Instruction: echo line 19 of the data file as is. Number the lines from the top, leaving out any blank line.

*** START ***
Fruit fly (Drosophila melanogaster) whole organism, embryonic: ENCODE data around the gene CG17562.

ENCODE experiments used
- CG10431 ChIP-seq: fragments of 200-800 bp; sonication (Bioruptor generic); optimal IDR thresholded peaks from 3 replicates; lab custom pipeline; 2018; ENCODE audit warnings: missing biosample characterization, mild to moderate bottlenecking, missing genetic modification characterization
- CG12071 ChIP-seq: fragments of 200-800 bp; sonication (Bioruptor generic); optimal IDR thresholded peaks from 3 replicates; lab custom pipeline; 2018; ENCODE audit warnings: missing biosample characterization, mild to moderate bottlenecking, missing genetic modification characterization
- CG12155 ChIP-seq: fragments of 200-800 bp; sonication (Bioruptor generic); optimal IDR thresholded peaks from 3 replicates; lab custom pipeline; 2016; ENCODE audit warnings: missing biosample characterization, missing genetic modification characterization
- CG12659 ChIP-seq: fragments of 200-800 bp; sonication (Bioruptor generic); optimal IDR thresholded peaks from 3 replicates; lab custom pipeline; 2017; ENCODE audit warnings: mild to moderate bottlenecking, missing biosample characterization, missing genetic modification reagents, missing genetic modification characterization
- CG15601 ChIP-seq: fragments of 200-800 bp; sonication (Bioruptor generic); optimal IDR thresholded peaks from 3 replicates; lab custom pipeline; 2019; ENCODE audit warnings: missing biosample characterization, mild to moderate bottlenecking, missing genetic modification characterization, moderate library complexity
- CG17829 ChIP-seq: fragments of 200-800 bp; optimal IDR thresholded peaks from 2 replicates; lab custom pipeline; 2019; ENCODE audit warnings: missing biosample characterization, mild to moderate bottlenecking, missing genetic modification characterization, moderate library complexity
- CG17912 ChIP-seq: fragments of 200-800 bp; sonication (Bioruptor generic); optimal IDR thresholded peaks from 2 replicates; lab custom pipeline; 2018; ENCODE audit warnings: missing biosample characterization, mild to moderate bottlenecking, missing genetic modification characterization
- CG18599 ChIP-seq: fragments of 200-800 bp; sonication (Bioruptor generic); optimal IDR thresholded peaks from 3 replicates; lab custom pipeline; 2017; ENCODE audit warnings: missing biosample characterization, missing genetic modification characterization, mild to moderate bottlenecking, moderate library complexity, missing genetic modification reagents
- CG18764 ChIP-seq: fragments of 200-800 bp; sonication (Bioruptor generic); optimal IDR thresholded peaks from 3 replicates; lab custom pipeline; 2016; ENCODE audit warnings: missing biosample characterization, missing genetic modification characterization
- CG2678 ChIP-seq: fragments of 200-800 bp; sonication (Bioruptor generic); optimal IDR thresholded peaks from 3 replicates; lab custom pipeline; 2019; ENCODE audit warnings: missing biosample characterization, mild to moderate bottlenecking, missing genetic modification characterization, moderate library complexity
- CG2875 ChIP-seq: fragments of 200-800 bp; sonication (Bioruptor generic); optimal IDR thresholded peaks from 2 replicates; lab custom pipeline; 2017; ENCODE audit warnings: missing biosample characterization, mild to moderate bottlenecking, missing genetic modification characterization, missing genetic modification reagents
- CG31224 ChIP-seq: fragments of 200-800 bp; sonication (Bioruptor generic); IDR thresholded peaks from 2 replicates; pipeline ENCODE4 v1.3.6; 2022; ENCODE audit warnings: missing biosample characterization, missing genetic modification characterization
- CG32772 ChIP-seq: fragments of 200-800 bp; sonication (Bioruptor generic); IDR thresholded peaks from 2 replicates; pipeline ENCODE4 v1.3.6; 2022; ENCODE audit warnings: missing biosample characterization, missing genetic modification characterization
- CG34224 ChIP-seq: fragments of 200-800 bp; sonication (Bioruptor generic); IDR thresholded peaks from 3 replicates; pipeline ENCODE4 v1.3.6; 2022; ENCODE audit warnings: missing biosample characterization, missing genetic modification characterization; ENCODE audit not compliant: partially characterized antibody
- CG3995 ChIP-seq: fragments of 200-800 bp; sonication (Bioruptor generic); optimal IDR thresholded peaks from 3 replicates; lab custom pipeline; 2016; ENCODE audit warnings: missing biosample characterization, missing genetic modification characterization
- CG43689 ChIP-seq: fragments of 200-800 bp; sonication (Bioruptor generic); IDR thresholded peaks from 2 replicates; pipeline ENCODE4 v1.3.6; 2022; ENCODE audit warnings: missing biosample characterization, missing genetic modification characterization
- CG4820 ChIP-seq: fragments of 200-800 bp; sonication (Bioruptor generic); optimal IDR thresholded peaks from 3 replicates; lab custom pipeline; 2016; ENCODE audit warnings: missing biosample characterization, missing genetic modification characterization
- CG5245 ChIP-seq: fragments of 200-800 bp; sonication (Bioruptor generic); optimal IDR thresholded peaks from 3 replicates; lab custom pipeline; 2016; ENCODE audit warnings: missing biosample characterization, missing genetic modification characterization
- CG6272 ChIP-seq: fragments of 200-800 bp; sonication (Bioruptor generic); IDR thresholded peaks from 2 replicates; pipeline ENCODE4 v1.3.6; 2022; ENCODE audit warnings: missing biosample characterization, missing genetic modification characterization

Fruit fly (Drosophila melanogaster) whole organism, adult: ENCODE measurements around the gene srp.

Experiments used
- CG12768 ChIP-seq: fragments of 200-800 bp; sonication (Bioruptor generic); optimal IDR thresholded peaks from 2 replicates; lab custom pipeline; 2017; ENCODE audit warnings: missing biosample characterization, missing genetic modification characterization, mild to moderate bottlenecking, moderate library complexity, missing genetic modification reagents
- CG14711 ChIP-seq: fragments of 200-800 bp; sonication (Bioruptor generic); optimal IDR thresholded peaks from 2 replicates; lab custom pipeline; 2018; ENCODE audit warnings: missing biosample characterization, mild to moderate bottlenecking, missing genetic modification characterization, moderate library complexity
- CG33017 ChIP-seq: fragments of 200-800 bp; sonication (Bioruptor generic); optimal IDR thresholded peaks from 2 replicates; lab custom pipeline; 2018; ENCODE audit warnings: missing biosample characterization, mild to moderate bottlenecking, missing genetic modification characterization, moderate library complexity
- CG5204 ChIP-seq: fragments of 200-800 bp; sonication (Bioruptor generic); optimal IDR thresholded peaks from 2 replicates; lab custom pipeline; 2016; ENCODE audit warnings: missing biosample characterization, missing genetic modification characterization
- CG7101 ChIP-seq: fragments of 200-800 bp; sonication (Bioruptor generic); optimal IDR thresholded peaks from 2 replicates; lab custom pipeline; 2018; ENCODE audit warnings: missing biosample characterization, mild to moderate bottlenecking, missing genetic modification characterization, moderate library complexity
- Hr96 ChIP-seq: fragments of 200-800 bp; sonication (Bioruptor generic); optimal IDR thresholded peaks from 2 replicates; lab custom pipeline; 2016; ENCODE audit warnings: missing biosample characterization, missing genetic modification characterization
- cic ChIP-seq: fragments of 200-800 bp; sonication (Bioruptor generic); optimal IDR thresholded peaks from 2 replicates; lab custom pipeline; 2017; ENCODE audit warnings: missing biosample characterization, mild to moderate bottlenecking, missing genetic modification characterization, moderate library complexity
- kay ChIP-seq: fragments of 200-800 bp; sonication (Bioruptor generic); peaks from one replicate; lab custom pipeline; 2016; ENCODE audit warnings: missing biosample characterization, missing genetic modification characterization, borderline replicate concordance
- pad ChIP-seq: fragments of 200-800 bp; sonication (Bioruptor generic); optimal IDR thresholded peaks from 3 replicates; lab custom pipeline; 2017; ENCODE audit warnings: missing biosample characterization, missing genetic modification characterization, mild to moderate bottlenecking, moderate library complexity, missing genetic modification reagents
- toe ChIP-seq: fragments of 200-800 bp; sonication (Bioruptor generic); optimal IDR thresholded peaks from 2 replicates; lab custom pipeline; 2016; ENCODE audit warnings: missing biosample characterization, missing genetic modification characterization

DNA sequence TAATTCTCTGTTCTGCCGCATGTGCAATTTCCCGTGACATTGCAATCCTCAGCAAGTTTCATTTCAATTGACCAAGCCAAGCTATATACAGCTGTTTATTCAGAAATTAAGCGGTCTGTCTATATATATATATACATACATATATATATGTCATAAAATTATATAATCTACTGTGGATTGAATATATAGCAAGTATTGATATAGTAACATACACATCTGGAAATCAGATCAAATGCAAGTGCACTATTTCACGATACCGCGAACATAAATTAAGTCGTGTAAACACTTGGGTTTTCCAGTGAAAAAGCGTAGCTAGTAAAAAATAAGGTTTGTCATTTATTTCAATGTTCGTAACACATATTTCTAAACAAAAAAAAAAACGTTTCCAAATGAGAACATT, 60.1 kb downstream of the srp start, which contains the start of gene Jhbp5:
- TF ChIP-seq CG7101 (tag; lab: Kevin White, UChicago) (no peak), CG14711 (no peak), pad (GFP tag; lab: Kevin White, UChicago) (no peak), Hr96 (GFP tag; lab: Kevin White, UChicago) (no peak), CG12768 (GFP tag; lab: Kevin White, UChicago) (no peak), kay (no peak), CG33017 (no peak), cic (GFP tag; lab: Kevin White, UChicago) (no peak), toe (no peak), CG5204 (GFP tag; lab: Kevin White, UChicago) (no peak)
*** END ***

- CG4820 ChIP-seq: fragments of 200-800 bp; sonication (Bioruptor generic); optimal IDR thresholded peaks from 3 replicates; lab custom pipeline; 2016; ENCODE audit warnings: missing biosample characterization, missing genetic modification characterization